“… should we stay, or should we go now?” The leaves don’t know what to do.
As we near the last few days of September, we also reach the last few hours of what has been an unseasonably sweltering month. Having a heat with humidex value of about 38 degrees celcius has not only the trees confused (to leaf,or not to leaf – that is the question?!?), but it also has my cardigans wondering why I’ve been ignoring them. The thunderstorm this evening should shake Mother Nature back to her senses and return us to our regular 16-23 temps.
While we didn’t have ‘real’ dog days of summer since it pretty much rained most of July and August, the past several months have had my actual doggies on my mind more than usual.
On June 1, I brought my lil’ Hershey’s Kiss, Sasha, to the vet for her annual vaccines. It was a strange evening at the clinic: it was bustling with people and pets, the vet was late on account of having to assist with an emergency paw amputation, and then there were the orphaned groundhog babies (about 5 weeks old) that were brought in by a rescue service. When they asked me if I wanted to see something really cute, I couldn’t resist… and then, when the vet tried to get me to bring them home with me and care for them until they were a bit older, it took every ounce of willpower to stand firm and say no and return to the raison d’etre of my visit – vaccines. In all the years I’ve had her, Sasha has never once had a reaction to any type of vaccine. This changed.
About half an hour after returning from the clinic, I poured a glass of vino tinto and started preparing supper. Sip sip sip. Suddenly, I noticed her pacing back and forth, like she couldn’t get comfortable. Sip sip. Then she started panting. Sip? Then her forehead transformed into what I can only describe as the forehead of a furry baby dragon – in retrospect, very cute, but at that time, a waving flag that got me tossing the wine in the sink, giving her two Benadryl, and dialling for a cab to take us to (since my clinic was closed by then) the emergency hospital.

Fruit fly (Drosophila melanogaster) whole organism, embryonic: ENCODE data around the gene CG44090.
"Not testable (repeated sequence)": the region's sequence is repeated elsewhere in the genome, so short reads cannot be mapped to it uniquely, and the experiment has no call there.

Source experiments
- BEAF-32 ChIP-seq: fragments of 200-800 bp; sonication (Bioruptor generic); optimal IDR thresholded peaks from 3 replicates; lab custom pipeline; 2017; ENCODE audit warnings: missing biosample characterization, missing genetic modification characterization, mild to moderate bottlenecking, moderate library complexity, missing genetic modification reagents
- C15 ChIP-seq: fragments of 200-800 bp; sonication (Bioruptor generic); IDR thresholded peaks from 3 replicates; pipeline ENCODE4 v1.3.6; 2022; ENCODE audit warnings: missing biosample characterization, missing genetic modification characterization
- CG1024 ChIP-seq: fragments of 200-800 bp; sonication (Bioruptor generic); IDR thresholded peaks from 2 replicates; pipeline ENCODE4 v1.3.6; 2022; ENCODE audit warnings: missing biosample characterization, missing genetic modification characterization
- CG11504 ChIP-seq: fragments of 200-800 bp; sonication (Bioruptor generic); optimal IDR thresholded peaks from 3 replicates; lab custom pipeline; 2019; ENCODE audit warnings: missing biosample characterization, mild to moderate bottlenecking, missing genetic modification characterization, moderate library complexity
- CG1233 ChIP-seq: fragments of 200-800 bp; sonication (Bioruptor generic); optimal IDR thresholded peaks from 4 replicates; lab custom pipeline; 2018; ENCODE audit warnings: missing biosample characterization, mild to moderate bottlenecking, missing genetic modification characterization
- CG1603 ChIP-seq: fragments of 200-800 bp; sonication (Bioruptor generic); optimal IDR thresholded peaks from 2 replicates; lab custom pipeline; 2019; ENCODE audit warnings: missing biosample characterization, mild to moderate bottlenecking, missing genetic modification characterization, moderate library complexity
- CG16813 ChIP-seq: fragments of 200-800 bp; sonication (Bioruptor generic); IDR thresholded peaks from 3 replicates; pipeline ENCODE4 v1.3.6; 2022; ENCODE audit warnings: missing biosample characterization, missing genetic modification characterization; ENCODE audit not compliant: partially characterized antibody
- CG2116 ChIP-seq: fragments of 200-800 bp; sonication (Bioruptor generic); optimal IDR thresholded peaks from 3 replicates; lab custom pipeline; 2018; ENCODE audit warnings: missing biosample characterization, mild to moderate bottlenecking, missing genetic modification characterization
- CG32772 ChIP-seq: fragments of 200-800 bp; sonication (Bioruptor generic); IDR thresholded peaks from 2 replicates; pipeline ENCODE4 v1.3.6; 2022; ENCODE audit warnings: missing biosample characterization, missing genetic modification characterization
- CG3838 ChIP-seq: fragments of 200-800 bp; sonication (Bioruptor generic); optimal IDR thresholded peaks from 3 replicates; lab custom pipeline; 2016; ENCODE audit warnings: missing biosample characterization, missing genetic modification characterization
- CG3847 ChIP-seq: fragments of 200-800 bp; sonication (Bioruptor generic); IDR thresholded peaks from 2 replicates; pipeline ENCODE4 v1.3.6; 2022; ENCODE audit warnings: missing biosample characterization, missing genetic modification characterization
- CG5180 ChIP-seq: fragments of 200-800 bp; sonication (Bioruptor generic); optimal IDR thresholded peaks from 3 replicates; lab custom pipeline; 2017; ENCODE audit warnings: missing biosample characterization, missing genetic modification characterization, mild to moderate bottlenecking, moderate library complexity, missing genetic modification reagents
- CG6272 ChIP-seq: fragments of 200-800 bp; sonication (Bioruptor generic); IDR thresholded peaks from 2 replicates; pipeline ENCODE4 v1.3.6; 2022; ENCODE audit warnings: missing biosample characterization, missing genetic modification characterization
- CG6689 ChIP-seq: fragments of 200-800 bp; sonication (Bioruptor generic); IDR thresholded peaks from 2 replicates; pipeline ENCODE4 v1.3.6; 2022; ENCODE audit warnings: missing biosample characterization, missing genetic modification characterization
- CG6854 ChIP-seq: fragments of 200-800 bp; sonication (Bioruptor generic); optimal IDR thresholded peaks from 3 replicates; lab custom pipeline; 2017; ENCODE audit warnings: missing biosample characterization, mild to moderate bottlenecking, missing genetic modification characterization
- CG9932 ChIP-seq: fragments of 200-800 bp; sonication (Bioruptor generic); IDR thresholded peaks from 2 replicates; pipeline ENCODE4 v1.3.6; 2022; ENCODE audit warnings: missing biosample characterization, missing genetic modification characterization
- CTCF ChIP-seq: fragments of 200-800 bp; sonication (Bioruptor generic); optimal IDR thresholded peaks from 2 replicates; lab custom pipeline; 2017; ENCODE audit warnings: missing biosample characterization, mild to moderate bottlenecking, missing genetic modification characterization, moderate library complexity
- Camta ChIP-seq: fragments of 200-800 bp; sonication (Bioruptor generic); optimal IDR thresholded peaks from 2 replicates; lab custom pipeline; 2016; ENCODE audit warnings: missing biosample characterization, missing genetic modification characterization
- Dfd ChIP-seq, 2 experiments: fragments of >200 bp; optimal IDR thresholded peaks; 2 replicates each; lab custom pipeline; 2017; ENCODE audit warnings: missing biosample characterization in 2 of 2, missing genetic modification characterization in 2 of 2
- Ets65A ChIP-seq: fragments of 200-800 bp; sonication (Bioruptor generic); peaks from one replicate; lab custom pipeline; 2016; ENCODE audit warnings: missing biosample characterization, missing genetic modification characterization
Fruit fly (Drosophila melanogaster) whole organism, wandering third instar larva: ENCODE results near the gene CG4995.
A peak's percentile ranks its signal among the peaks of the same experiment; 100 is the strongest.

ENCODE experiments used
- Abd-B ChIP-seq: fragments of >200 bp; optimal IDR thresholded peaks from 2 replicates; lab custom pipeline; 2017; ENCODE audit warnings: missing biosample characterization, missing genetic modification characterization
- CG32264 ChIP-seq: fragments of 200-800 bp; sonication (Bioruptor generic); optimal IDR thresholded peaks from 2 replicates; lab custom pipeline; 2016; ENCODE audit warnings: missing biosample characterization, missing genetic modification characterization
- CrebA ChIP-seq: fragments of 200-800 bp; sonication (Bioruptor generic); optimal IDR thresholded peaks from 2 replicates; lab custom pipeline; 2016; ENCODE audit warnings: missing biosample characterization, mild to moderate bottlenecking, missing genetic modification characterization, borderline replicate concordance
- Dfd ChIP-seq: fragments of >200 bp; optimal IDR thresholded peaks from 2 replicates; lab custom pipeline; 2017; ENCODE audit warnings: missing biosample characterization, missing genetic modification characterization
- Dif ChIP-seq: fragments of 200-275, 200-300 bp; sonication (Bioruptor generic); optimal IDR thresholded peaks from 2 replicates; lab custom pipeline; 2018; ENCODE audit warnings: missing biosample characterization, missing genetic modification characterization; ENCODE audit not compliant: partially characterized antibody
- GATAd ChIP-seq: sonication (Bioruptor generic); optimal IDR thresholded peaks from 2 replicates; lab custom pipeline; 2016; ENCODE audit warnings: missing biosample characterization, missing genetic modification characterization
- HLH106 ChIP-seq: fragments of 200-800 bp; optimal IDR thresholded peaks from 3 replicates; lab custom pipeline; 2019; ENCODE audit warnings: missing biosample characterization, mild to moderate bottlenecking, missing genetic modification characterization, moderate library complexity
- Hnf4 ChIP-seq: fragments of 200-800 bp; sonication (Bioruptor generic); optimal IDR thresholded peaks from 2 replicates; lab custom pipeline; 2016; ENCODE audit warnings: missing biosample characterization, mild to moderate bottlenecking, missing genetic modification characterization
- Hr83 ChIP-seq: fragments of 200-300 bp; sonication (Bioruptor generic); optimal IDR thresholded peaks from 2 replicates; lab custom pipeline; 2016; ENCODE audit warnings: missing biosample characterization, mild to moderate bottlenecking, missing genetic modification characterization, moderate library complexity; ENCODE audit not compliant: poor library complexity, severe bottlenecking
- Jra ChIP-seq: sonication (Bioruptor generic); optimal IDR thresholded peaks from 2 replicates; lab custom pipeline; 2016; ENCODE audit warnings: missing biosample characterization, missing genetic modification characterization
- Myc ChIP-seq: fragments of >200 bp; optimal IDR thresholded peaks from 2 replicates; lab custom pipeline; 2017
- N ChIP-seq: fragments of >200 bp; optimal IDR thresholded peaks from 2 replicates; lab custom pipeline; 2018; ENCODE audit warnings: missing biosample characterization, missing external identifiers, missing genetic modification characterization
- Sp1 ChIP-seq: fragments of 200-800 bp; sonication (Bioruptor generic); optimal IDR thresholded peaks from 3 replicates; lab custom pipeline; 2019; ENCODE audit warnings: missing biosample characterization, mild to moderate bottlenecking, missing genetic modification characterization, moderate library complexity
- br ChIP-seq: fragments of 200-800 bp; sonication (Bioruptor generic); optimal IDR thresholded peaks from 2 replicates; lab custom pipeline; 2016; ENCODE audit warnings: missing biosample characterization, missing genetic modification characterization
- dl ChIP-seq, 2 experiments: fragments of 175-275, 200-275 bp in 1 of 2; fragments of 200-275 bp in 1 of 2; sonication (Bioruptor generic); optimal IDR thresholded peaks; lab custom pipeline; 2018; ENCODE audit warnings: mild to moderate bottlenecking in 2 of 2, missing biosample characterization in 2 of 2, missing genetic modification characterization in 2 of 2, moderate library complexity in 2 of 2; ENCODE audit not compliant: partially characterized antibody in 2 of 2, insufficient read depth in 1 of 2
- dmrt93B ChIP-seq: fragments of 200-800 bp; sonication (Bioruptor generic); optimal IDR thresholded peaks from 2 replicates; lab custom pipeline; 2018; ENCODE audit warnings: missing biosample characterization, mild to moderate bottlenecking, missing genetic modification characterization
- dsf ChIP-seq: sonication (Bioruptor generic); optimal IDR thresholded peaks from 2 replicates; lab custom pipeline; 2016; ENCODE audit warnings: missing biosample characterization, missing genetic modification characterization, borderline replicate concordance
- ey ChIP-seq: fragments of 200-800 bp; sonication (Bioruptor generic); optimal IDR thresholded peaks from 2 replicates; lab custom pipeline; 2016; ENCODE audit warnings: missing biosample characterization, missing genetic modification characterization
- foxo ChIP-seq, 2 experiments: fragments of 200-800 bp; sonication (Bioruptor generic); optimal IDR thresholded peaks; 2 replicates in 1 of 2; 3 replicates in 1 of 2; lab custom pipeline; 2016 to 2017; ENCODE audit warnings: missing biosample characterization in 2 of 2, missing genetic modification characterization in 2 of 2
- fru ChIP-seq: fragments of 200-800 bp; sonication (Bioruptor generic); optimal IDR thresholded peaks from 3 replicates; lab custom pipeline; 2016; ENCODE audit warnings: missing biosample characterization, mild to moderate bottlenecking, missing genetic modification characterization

It took us about half an hour to get there, but it seemed to be so much longer. When we arrived, I explained all the details to the front desk assistant and he said someone would take care of her right away. By the time they called her over for a weighing, the wine + empty stomach combo was starting to hit me. I was feeling like such a horrible parent that I leaned over to the vet tech and fessed up: “I kinda had some wine before I got here; I wasn’t expecting anything bad to happen since she’s never had a reaction before.” She just kind of smiled at me, in that way that says, “I sure as shit could use a glass of wine right about now, too….” They took her back to see the doctor and then he called me in to see him. He said they gave her a shot of cortisone and wanted to observe her for a while before releasing her. That’s when he shared some interesting information about vaccines. Apparently, given that she was 13, there really was no reason to vaccinate her at all – by that time in her life, she would have acquired enough antibodies to keep her safe for the rest of her days. Also, the more vaccines they get, the more susceptible they are to having a reaction – so he wasn’t surprised that she had never had a reaction before. And then he said something about how, when we vaccinate animals, we don’t give them boosters, we give them the actual vaccine every time – because boosters would be too expensive. This is what causes the problems. At least, that’s what I understood at 11:30 pm, on an empty stomach marinated in Apothic Red, after translating that in my brain from French to English. The end result: no more vaccines for my chocolate chip.